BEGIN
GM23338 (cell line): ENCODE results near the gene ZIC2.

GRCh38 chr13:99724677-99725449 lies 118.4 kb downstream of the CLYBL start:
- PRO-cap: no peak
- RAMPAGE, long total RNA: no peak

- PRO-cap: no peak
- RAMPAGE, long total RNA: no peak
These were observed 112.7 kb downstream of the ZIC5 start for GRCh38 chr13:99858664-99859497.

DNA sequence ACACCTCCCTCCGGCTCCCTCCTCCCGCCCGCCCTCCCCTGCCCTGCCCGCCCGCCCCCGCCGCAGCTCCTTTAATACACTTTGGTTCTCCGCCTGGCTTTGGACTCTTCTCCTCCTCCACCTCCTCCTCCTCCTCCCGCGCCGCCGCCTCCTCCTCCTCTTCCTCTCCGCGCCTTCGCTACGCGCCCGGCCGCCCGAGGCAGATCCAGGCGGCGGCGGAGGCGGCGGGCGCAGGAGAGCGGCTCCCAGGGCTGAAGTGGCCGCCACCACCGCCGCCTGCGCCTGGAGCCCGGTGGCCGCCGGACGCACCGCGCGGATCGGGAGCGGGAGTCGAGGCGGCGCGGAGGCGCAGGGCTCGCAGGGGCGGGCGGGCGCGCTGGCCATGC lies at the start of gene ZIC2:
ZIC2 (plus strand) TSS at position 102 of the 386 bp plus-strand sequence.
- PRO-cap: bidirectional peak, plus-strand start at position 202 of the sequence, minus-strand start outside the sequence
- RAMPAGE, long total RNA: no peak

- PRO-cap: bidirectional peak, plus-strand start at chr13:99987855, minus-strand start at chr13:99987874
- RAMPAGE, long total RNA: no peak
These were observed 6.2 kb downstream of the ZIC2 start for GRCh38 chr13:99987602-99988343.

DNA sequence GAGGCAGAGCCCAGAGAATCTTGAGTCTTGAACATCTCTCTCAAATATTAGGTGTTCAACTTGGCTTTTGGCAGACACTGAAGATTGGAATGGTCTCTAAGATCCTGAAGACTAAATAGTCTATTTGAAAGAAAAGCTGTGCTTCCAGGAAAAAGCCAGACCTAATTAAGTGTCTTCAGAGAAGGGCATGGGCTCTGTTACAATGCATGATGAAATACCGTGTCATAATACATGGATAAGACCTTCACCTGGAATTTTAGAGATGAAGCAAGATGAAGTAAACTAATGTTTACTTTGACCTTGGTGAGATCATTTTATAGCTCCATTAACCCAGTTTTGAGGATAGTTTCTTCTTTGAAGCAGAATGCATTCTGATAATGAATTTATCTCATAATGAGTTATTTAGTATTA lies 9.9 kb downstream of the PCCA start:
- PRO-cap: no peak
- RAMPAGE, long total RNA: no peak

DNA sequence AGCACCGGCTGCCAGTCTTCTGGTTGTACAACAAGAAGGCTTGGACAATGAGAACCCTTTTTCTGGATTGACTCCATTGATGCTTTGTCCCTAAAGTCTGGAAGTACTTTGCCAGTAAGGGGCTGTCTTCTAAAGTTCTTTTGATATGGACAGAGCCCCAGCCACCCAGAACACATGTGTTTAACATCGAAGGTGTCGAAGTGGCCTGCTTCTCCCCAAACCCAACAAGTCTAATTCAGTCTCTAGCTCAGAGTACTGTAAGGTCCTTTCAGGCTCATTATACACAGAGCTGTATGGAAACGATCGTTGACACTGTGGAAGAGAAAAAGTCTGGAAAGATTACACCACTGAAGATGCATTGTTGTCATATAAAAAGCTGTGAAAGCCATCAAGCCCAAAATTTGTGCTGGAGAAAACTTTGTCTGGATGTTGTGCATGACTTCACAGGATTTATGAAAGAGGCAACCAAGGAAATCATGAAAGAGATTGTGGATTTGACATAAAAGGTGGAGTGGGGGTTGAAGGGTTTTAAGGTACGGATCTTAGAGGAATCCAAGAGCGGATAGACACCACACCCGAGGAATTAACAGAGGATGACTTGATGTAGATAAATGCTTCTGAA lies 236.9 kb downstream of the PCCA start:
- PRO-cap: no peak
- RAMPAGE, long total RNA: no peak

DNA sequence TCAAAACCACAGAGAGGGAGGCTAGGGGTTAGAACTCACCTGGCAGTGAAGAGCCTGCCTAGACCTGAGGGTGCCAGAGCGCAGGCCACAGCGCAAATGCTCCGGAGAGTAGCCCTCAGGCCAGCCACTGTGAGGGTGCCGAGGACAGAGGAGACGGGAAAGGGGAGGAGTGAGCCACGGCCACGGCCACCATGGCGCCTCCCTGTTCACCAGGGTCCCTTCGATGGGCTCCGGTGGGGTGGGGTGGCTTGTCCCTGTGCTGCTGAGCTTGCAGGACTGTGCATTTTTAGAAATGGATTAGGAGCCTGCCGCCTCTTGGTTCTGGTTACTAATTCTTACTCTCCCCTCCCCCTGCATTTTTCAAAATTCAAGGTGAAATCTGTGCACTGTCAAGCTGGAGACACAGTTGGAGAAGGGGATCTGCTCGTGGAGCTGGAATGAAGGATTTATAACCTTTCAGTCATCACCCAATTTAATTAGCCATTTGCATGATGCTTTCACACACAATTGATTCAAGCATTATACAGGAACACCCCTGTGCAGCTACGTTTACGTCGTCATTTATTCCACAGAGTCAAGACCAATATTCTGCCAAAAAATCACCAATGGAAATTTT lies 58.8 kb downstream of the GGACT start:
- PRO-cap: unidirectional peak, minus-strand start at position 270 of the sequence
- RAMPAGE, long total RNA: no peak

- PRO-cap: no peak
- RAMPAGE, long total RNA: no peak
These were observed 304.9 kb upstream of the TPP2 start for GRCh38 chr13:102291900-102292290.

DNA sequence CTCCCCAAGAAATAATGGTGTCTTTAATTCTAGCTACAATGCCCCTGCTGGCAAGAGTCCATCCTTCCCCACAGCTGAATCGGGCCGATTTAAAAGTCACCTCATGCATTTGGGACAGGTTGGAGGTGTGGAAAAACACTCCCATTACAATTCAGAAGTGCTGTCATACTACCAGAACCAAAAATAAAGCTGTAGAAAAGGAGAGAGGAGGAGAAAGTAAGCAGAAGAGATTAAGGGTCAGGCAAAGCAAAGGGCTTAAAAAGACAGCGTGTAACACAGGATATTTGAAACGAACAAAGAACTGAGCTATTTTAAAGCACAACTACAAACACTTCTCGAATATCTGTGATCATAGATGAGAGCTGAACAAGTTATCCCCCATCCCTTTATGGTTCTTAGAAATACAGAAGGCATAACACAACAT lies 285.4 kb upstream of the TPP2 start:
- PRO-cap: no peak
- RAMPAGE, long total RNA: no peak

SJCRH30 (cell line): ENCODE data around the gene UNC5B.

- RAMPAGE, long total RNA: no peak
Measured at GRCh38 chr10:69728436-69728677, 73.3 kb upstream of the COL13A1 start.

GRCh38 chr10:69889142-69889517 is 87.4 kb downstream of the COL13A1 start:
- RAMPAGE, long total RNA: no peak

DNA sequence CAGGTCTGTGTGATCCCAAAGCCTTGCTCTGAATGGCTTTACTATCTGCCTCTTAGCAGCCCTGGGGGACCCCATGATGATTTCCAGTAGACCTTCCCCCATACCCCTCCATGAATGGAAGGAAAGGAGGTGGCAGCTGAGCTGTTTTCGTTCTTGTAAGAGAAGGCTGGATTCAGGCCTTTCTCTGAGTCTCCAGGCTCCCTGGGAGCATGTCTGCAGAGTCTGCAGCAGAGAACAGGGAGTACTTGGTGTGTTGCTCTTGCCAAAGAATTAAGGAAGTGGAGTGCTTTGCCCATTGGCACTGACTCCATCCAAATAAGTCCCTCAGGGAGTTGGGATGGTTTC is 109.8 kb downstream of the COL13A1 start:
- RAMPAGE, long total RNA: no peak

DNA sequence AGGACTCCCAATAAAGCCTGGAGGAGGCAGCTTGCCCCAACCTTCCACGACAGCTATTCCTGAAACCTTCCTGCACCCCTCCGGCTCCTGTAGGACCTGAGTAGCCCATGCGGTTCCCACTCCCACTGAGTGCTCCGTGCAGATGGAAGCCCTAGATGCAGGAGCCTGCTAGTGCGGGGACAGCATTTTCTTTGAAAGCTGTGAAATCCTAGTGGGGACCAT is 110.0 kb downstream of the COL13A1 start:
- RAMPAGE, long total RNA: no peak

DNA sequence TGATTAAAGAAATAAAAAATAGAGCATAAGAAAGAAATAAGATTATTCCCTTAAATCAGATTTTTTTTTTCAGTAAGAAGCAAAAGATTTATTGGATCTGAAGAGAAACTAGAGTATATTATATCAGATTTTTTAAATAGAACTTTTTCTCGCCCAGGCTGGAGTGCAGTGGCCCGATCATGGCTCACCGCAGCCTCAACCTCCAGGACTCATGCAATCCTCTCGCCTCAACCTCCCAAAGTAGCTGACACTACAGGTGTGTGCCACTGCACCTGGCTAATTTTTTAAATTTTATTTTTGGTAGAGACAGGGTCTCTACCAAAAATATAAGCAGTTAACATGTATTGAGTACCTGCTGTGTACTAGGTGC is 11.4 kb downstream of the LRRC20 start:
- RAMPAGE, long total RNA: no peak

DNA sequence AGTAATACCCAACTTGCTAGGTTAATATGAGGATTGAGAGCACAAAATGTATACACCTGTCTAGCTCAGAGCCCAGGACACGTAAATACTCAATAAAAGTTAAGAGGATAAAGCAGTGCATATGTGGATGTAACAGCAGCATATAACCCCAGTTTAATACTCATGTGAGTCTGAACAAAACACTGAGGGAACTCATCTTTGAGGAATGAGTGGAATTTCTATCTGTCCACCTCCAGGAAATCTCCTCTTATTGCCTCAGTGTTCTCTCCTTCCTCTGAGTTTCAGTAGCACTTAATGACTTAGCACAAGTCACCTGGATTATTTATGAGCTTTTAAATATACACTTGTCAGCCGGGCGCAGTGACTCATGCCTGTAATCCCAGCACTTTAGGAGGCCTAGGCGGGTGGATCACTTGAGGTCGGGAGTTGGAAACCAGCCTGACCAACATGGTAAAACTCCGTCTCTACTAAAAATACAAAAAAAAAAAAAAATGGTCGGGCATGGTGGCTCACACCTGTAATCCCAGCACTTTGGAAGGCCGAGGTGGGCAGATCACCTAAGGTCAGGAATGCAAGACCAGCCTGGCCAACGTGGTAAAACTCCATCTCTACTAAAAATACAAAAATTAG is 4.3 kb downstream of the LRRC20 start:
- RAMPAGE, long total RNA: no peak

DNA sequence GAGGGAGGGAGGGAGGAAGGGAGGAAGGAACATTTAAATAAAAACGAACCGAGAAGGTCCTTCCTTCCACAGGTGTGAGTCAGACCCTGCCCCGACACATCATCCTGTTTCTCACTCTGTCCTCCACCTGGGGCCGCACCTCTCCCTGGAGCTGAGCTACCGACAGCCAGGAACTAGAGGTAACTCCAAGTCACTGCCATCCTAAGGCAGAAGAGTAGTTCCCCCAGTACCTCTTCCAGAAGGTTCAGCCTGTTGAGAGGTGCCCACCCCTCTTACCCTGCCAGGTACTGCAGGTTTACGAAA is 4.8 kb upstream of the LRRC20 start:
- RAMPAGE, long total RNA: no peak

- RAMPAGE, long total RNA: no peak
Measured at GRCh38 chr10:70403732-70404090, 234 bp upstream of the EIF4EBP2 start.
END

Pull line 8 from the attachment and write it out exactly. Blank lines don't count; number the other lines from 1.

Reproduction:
DNA sequence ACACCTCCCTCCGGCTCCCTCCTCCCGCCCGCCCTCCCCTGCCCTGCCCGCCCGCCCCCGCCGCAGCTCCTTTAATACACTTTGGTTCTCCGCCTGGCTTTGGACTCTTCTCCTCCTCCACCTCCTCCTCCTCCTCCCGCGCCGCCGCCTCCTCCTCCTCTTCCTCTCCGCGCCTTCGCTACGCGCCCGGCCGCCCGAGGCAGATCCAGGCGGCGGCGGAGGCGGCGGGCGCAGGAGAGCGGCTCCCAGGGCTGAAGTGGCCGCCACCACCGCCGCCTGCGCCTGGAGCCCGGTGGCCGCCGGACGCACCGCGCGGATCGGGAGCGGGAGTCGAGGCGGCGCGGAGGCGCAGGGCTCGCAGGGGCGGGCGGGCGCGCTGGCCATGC lies at the start of gene ZIC2: